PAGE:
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Maryland Periodontics and Dental Implants
7902 Old Branch Ave., Suite 209
Clinton, MD 20735
(301) 856-1200

OUR OFFICE IS OPEN!

We are following strict guidelines from the CDC in regards to Covid-19

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Are Dental Implants Safe?

Digital technology has made the implant process much safer for our patients; accurate up to 97%!

More & more people are aware of the benefits of dental implants. The question remains, are dental implants safe?

Losing a tooth can be very scary for patients. Replacing missing teeth with Dental Implants is a very smart option, but often leaves the patients asking themselves. Are Dental Implants safe?

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Are Dental Implants safe?

Of course, there may be complications with surgery like discomfort and swelling, but dental implant surgery is overwhelmingly safe. Our practice uses true 3D digital technology from beginning of treatment to the end of treatment.

The process begins by taking a Cone Beam scan to identify nerves and sinuses in the mouth. Digital impressions are taken of the mouth and the files are merged to make the guide. The guide is created to place the implant in the mouth exactly where its planned on the computer.

Lastly, after the dental implant has healed we’ll take a digital impression to send to the lab. The lab will make the crown and send it the General Dentist, so they can schedule the patient to insert the crown into the mouth.

Dental Implants Safe

What are my options for treatment?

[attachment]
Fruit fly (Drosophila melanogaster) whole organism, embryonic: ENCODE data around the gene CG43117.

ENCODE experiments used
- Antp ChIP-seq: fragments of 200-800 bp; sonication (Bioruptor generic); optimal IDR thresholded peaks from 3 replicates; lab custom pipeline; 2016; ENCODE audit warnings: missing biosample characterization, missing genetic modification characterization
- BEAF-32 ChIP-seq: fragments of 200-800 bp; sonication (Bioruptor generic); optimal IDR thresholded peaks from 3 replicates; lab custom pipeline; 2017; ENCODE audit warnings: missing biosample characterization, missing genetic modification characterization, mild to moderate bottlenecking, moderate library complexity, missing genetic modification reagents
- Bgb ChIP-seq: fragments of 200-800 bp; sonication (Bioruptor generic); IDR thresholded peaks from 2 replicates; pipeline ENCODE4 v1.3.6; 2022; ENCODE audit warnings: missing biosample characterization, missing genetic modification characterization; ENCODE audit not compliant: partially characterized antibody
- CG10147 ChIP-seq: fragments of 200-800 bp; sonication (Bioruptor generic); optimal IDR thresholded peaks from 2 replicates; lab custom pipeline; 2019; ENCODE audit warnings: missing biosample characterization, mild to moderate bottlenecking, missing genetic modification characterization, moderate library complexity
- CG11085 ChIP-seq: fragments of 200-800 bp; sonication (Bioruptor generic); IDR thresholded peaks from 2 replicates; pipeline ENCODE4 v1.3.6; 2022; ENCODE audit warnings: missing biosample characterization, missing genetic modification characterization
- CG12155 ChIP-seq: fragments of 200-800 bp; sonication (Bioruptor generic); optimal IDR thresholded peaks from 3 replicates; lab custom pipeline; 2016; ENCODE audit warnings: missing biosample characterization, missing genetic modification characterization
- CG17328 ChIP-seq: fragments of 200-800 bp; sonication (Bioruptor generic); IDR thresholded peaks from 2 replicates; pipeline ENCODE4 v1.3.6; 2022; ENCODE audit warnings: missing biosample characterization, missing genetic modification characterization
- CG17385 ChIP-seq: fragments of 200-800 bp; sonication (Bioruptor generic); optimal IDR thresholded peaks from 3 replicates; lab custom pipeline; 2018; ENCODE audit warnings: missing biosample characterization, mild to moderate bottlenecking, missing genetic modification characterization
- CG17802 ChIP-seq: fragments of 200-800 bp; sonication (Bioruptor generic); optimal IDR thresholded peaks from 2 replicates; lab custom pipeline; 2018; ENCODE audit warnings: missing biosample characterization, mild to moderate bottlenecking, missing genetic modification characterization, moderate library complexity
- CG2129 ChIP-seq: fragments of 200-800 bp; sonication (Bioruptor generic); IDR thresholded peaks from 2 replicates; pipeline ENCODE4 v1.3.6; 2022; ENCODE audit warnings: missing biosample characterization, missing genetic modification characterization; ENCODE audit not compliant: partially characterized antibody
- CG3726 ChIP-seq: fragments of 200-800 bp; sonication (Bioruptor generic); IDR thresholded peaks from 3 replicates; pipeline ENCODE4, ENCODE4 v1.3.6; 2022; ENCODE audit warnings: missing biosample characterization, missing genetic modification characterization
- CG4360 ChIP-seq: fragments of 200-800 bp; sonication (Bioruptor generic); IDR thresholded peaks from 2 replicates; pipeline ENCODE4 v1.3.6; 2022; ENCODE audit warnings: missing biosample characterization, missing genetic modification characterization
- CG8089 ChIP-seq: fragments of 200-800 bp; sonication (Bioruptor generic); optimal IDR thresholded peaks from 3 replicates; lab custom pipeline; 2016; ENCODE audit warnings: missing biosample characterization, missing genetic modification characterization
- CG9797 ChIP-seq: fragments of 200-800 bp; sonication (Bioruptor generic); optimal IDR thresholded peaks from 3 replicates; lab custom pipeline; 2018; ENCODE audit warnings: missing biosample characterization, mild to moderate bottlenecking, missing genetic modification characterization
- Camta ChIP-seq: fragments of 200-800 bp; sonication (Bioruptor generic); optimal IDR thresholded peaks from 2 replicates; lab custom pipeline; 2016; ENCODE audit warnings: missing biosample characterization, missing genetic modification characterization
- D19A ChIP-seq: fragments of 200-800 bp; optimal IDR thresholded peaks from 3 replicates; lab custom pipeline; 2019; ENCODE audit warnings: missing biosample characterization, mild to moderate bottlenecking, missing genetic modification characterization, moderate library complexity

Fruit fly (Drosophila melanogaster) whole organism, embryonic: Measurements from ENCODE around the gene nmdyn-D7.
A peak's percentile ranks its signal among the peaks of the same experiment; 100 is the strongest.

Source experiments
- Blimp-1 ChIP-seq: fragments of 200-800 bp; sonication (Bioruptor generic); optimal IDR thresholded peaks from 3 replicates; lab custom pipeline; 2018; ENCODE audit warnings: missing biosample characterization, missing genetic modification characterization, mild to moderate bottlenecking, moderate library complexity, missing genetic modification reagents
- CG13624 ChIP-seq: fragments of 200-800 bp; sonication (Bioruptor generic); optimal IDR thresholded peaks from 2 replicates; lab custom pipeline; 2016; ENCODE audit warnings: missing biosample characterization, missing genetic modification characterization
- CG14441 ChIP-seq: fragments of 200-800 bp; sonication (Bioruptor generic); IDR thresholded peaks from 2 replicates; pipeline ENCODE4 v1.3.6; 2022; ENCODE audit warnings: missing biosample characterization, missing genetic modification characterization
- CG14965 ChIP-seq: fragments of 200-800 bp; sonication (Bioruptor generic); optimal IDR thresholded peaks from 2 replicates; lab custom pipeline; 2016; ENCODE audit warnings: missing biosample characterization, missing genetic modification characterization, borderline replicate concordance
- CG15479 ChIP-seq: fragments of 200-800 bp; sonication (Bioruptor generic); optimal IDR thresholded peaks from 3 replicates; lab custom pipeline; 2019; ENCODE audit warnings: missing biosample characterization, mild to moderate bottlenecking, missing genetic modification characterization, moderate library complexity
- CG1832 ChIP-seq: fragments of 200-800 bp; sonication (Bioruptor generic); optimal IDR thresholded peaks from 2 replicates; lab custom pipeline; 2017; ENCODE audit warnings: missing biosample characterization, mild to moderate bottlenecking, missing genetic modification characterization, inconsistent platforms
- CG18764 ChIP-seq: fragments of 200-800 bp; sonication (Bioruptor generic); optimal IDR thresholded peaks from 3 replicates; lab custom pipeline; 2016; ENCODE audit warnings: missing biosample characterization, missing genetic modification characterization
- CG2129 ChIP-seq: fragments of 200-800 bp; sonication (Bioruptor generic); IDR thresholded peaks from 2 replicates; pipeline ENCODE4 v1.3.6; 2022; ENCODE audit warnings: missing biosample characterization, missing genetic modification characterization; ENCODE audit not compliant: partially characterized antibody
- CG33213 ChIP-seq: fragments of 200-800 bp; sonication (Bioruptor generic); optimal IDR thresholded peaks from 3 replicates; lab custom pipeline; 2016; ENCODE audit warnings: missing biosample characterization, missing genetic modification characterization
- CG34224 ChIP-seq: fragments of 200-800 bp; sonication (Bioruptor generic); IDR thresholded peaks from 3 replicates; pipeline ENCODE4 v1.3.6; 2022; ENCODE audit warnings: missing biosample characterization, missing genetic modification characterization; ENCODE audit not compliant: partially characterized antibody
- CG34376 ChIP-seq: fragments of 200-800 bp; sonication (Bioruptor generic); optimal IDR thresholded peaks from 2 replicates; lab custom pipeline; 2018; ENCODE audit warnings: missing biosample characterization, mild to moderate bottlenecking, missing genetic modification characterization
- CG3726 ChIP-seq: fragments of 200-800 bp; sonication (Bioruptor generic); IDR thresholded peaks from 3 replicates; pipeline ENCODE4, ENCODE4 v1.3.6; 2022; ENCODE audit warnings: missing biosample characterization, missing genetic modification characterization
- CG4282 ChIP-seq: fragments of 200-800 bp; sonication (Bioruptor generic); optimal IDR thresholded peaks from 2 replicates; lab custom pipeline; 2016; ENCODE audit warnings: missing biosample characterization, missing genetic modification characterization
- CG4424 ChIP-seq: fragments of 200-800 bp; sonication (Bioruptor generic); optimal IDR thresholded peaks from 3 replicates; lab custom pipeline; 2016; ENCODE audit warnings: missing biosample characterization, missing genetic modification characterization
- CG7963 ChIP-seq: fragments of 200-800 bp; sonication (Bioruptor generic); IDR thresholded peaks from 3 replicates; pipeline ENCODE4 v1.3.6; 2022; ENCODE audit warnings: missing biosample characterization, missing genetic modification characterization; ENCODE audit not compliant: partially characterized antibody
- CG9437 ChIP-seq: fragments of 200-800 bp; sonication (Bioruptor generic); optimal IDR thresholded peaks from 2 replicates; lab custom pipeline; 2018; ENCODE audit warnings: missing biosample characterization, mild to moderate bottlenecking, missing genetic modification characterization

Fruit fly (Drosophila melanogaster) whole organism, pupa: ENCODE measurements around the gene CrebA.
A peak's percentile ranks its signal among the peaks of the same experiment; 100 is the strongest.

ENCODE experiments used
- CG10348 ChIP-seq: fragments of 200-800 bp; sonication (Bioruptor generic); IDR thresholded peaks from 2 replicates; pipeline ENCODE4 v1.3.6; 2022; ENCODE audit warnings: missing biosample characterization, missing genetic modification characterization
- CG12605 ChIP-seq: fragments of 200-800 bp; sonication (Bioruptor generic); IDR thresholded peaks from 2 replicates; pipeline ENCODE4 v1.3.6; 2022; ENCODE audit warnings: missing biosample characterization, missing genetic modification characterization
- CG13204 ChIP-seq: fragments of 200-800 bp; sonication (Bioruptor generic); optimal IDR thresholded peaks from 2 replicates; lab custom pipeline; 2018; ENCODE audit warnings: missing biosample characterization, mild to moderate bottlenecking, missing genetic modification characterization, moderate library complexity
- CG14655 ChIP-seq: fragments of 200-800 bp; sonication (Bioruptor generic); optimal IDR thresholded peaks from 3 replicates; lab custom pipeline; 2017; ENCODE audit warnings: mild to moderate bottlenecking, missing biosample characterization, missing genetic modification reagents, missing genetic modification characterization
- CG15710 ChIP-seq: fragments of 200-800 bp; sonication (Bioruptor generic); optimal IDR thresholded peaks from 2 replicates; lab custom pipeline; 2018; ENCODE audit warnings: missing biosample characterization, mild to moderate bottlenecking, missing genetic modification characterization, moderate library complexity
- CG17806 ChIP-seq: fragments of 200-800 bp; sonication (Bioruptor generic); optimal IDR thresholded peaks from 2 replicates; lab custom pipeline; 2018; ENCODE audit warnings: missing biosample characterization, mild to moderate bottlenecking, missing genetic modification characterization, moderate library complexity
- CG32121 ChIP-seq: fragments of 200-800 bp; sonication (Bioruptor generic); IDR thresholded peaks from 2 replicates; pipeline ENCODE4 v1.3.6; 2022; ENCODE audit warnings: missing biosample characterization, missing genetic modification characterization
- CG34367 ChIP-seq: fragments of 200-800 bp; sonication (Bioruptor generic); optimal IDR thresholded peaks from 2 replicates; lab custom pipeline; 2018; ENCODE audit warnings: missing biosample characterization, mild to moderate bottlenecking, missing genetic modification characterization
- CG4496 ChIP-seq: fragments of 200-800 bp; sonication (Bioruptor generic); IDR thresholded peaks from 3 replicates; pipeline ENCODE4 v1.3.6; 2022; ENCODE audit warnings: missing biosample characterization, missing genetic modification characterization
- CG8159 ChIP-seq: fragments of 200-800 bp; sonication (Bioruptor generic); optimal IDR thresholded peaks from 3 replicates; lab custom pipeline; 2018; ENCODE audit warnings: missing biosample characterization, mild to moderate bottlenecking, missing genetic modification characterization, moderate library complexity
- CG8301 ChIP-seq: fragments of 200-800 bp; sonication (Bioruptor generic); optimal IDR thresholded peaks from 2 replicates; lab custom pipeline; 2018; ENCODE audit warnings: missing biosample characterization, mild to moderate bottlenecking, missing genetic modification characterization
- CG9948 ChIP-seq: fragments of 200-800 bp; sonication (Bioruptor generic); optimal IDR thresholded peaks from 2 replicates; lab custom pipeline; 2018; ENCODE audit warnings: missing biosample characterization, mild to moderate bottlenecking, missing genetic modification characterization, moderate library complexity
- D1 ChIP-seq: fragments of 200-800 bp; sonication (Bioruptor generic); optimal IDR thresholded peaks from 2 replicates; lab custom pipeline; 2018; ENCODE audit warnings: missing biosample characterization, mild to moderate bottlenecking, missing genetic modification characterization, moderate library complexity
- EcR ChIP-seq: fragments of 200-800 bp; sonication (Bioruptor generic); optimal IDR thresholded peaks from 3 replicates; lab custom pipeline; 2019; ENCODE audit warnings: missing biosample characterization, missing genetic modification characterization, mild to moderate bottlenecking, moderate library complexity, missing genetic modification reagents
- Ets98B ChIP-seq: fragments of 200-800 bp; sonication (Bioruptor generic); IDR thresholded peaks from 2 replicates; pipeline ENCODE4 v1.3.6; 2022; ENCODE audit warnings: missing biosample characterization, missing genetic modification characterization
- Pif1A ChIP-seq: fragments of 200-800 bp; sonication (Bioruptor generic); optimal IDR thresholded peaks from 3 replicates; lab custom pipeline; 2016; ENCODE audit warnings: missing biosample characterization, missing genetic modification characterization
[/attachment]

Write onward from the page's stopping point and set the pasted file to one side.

When replacing a missing tooth, patients have 4 options to choose:

  1. A Dental Implant is the standard option to replace a missing tooth in dentistry today. A dental implant has a 95-98% success rate over 30 years. They’re very versatile because dental implants may be used for many treatments based on the patient needs. The problem associated with dental implants is bone must be available to accommodate the implant. Secondly, if bone is not available, the patient may have to go through multiple procedures to grow enough bone to support the implant.
  2. A dental bridge is sometimes used to replace a missing tooth by shaving down healthy enamel on the adjacent teeth to accommodate the dental bridge. The problem is cutting down the healthy tooth structure may lead to decay or lose the teeth connecting the dental bridge leading to an even longer bridge in the future.
  3. A Denture may be used to replace a missing tooth by taking an impression of the area where the tooth is missing. A fake tooth is added to an acrylic template of the palate to fill in the empty space. The problem with dentures is they slide back and forth causing irritation and sores on the gums. Dentures also don’t fit well without denture adhesive to keep them in place, adding to patient’s misery.
  4. Nothing. Patient’s don’t have to replace a tooth when it goes bad. But by not replacing the tooth other problems may occur. Most importantly, the patient’s jawbone will “wear away” because there is nothing to stimulate the area where the tooth was removed. Additionally, missing teeth will make it more difficult to chew your food properly and may even affect the way you speak. Also, the remaining teeth may move or drift into the open space unbalancing the bite.

WHAT ARE THE CONSEQUENCES OF MISSING TEETH?

https://www.perio.org/node/222


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